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Roberts Photograph Collection

Pilling, Arnold R. / Mrs. Ruth K. Roberts: In Memory. Del Norte County Historical Society Bulletin. January 15, 1979, pp.3-5

In the fall of 1967, I took a one-term sabbatical leave from Wayne State University to collect what I could of Yurok trouble-cases in order to understand how the legal patterns of this hunting and gathering group had changed from their pre-European Contact form to the present day. In my attempt to find the community where Yurok law could best be studied, my family and I stopped at Crescent City, north of the traditional Yurok territory by about ten miles, but long a center of urbanized Yurok.

The kind hostess of our motel by the second day informed us that I should talk to Mrs. Roberts, as she knew about local Indians.

That first conversation with Mrs. Roberts was awesome. I left feeling as though I had gone for a shower and found myself beneath Niagara Falls. Her command of Yurok and their trouble-cases spanned in detail the era from 1915 through 1933, when she had spent the late spring through fall of each year at the mouth of the Klamath River, where her husband was chief bookkeeper for a major commercial salmon cannery. She knew less well the era from 1933 to 1955; for in those years she had not lived on the Klamath River among the Yurok, but she had opened her Piedmont home to them and, thereby, kept in touch with her Indian friends. Since 1955, she had lived as resident curator of each of the three museums maintained in Crescent City by the Del Norte County Historical Society, as well as having supervised the reconstruction of its fourth installation, the restored Yurok family house at Requa, at the mouth of the Klamath.

Reflecting back now on September and October afternoons in 1967, when we talked, Mrs. Roberts and I, at the main Del Norte County Historical Museum, I realize that her body must have been wearing out. Her balance was no longer steady, and her vision was limited. But the spirit, the drive, the desire to help her fellow man, especially her Indian friends, were still so strong that to a new acquaintance she conveyed the impression that the little problems of aging were but the commonplace sort of challenge that were easily met and always passed over - no more than the irritations of the moment.

When I could convince her to rest herself, to stop even momentarily from working on displays, on the cataloguing of the ever-increasing collection of specimens which rarely lay as long as a week without being totally processed, she sat on the polished oak bench, which was like a great church pew, to the left of the entrance of the museum. It was her Museum - not that she ever referred to it as "hers" - that old County Hall of Records and Jail. She had cajoled and pleaded with officials to turn it over to the Historical Society when it became otherwise unwanted surplus. Here in the Indian Room she met the tourist who paused momentarily to look more deeply at Crescent city, than at the beautiful coastline and the towering redwoods nearby. Here, too, she told the tale of the Del Norte County history to nearly every class of school children in the county. Her talk to each class started the same:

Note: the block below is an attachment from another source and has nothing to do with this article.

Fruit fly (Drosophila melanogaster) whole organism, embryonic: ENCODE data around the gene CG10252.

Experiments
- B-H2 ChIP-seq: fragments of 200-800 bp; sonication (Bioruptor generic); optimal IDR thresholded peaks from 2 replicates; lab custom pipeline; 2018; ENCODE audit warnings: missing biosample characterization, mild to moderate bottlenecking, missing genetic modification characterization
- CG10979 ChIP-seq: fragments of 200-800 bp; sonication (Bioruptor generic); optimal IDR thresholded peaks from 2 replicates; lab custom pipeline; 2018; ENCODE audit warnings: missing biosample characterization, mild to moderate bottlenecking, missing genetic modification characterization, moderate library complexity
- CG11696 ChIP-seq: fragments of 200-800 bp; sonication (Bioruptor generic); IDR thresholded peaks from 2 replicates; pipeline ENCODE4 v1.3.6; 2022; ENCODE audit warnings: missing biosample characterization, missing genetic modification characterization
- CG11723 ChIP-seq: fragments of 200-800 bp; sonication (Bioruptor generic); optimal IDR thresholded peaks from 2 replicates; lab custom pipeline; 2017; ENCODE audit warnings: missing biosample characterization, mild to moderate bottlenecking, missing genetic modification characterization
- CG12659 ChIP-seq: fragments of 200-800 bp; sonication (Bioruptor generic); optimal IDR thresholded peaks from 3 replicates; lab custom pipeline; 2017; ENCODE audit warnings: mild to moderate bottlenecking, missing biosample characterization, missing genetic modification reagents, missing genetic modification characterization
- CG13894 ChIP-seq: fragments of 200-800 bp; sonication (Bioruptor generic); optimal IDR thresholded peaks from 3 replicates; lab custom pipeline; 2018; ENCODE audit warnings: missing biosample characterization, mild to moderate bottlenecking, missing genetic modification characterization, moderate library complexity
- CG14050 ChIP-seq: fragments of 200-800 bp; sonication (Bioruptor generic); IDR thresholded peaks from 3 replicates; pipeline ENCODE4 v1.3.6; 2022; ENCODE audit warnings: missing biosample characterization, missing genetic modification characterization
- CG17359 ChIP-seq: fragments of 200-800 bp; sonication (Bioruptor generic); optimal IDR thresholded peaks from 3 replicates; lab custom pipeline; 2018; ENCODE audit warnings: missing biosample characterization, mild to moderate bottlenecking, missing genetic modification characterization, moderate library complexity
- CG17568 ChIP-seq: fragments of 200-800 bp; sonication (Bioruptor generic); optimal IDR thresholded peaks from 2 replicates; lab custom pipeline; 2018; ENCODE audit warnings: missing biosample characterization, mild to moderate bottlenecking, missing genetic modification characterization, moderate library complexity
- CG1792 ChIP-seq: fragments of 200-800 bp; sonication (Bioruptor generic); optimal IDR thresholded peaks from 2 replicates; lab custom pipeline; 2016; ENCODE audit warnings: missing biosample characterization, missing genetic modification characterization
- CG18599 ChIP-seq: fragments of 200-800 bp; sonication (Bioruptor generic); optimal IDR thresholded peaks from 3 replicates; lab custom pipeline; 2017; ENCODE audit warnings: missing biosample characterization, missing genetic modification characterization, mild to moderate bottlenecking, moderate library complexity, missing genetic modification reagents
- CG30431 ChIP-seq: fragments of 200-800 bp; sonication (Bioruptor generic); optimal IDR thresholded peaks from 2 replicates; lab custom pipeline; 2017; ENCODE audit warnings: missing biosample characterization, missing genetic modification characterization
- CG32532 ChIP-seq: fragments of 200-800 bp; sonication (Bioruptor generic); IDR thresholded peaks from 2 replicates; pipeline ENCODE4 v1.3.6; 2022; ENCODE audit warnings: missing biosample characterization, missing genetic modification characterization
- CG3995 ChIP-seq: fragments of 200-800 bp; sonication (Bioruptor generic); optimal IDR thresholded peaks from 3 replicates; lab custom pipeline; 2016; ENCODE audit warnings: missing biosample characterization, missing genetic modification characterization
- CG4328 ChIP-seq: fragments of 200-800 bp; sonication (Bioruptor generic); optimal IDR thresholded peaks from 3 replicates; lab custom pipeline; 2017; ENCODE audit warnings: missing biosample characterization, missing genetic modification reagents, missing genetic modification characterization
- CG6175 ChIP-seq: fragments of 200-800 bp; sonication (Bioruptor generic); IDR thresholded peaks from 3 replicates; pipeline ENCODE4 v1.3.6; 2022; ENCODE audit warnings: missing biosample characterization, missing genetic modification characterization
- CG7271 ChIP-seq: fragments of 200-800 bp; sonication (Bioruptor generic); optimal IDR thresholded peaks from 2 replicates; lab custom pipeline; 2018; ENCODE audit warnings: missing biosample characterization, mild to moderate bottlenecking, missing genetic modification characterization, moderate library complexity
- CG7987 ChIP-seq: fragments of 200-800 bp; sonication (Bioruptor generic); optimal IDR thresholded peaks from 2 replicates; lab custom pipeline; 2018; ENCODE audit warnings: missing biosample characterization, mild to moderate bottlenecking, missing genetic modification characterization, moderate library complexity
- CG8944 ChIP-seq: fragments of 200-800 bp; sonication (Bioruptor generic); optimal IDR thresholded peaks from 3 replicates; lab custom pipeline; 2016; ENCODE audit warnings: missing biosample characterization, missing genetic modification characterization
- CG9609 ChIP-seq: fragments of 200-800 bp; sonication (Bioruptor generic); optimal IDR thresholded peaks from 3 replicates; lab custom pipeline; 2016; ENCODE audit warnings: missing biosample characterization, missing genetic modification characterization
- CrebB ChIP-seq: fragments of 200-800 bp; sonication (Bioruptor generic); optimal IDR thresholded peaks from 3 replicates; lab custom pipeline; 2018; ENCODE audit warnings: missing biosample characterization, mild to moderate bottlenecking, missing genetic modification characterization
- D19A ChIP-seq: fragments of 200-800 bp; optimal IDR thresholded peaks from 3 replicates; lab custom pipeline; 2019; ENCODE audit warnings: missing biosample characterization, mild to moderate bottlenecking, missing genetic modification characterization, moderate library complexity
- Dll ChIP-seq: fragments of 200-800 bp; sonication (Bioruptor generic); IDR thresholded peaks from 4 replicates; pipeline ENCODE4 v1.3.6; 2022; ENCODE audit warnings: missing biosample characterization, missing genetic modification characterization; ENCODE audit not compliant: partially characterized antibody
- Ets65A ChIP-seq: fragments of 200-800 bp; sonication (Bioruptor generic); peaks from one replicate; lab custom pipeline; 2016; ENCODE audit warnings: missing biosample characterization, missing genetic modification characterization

The first White Man to enter Del Norte county was Jedediah Smith...But long before Smith came, the Indians owned this country....

For in some fashion, the real way, the true way of life in Del Norte County was the old Yurok and Tolowa way: of salmon roasting on sticks on the beach; of poling up "The River" (the Klamath River) in the old smooth-bottomed, flat ended Yurok dugouts; of the walks over the gravel bars on The River to lighten the load when the boat had to be towed upriver through the riffles; of the great old First Salmon Rite at Requa.

Long before I met Mrs. Roberts, nearly twenty years [ago], I knew her, not her name. I had even referred to her in lectures on cultural change. Those who were familiar with the details of Yurok culture history in the first half of the 20th century knew that there had been a society lady from Piedmont, who had for years arranged for young Yurok women to work in Piedmont homes. There, these "girls" could learn of the world outside, beyond the land of lumbering and salmon-fishing, which since the 1860's had been the life of Humboldt and Del Norte Counties, the homeland of the Yurok. That legend was Mrs. Roberts. Shortly after 1915, she began her one-woman battle for California Indian rights, using as one her approaches this exposure of Yurok young ladies to the wealthy homes of the East Bay of the San Francisco area. In 1927, she also worked for the law to guarantee California Indians the right to vote.